The focus of this research is the study of unity in mission and coping with conflict as a way of being faithfully present. Researching unity in mission in a divided congregation is important because it may relate, not only to the congregation, but also, in a broader sense, to the experience in the Evangelical Lutheran Church in Southern Africa (ELCSA) and other denominations. While the review of literature provided background information on the theology of faithful presence including the theologies of place and place presence, a further review was conducted on the theology of mission as reconciliation as a way of being faithfully present. The study addresses this gab in literature and research by investigating the role of mission in helping congregants cope with church conflict and staying faithfully present in their situation. To achieve this goal, congregants lived experience of their congregational life in the midst of conflict was revealed and analysed using phenomenology as the most suitable method for data gathering, analysis and interpretation.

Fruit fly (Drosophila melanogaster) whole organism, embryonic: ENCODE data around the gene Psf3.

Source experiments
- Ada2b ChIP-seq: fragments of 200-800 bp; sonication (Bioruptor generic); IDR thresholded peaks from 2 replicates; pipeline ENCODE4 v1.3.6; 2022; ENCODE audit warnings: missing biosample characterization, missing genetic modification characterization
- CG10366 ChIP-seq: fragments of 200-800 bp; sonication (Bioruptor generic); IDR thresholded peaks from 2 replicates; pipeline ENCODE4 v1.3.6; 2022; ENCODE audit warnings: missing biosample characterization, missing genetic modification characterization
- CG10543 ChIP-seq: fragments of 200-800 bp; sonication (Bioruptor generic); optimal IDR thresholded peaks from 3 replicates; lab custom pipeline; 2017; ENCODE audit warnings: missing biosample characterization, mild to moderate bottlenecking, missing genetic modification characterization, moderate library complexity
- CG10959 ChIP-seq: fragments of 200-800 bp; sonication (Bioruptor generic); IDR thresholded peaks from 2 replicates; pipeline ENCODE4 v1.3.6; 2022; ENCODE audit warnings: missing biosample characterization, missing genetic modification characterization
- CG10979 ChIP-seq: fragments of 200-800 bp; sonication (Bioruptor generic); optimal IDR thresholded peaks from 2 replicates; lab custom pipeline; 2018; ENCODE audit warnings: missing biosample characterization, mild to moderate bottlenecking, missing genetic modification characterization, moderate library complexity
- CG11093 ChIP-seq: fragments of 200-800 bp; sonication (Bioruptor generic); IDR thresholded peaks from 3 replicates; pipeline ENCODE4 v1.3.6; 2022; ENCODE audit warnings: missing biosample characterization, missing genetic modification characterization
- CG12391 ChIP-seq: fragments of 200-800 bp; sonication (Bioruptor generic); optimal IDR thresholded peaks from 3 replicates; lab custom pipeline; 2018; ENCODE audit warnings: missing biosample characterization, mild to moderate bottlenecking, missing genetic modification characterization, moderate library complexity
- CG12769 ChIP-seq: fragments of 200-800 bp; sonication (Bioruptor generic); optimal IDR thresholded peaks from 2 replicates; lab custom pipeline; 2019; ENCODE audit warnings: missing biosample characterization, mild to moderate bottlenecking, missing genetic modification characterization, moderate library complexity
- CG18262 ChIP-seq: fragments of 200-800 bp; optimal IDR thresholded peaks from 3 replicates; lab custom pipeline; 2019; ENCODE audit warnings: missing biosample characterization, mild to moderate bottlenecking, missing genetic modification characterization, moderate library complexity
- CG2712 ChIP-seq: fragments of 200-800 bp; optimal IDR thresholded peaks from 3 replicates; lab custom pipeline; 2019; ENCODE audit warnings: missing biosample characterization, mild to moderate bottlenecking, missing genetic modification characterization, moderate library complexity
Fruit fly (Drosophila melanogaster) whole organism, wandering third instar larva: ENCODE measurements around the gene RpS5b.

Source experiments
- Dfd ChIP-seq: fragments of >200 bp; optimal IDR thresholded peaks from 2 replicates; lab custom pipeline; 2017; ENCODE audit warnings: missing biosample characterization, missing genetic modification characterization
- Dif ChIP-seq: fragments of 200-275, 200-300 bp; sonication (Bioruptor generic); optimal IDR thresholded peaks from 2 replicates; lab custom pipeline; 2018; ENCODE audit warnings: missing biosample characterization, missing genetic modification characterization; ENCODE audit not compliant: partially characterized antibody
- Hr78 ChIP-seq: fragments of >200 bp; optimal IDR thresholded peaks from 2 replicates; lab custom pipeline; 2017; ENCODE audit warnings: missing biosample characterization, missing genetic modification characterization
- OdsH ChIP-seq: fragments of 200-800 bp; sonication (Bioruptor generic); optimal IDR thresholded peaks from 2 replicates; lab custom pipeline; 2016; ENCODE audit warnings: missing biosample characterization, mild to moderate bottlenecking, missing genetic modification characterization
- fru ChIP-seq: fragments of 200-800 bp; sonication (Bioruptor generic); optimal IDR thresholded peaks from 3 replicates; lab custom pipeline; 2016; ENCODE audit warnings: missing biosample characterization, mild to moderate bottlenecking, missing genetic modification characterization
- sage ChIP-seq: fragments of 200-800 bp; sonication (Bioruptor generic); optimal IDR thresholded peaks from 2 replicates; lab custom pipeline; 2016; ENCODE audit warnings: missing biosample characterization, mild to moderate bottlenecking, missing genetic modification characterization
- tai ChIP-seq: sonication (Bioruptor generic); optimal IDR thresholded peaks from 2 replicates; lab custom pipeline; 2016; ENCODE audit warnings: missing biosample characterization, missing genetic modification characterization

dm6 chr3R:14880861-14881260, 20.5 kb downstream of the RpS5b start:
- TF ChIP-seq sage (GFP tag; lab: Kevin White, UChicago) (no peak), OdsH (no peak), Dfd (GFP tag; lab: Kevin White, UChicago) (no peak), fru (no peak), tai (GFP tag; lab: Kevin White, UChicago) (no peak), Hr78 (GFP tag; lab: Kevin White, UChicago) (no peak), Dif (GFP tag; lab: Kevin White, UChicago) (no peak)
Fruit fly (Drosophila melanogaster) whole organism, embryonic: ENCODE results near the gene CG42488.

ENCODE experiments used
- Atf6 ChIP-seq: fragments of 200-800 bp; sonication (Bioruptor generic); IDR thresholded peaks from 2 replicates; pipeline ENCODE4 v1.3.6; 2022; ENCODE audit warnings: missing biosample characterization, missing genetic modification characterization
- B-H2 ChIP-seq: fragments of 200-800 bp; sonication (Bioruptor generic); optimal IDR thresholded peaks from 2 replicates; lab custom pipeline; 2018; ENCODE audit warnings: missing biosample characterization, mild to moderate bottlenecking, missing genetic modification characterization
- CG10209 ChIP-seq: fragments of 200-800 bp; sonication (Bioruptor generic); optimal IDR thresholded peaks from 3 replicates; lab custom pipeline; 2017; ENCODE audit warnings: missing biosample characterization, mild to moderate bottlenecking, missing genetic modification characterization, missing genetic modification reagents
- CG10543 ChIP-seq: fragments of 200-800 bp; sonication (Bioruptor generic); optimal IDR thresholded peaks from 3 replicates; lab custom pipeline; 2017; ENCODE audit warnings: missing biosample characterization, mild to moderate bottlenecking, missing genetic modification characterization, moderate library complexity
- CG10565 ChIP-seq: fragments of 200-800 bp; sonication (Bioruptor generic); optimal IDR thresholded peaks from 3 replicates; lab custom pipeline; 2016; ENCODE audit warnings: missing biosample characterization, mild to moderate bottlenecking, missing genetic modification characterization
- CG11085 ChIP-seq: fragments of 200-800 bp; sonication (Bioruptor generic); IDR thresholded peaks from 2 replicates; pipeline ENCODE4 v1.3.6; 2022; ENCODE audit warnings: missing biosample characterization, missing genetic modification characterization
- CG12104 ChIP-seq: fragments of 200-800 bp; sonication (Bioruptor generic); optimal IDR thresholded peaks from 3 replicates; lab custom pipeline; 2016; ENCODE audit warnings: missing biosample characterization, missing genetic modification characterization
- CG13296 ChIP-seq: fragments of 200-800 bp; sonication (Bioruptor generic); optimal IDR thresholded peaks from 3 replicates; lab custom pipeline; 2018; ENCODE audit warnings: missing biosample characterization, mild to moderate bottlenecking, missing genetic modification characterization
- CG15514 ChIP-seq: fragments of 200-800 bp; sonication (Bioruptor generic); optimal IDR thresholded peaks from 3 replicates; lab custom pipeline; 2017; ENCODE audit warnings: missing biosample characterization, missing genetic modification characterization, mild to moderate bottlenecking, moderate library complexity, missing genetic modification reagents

Phenomenological approach was chosen simple because of its capability of providing congregants’ personal account of their experience. The question that needed to be understood was whether congregants still had time, space and motivation to be with the people God is sending them to. The primary goal is to understand congregants lived experience under the influence of conflict and how these congregants remained faithfully present in their situation. The secondary aim is to recommend ways and means of reconciliation most relevant to their situation particularly where subjects are not role players in the conflict. The researcher was interested in finding out if using mission as reconciliation can, in meaningful ways, move the reconciliation process forward.
The research found a direct correlation between conflict and the mission of the church. As the conflict continued to manifest, congregants developed a lack of trust in the leadership of the church, which motivated them to practice mission unilaterally outside the precincts of the church. As this unfolded, the congregation became irrelevant, its mission suffered and the congregational life became less meaningful. The congregation as a community of sent people, became too internally focused, losing its sting as a missional force in the neighbourhood.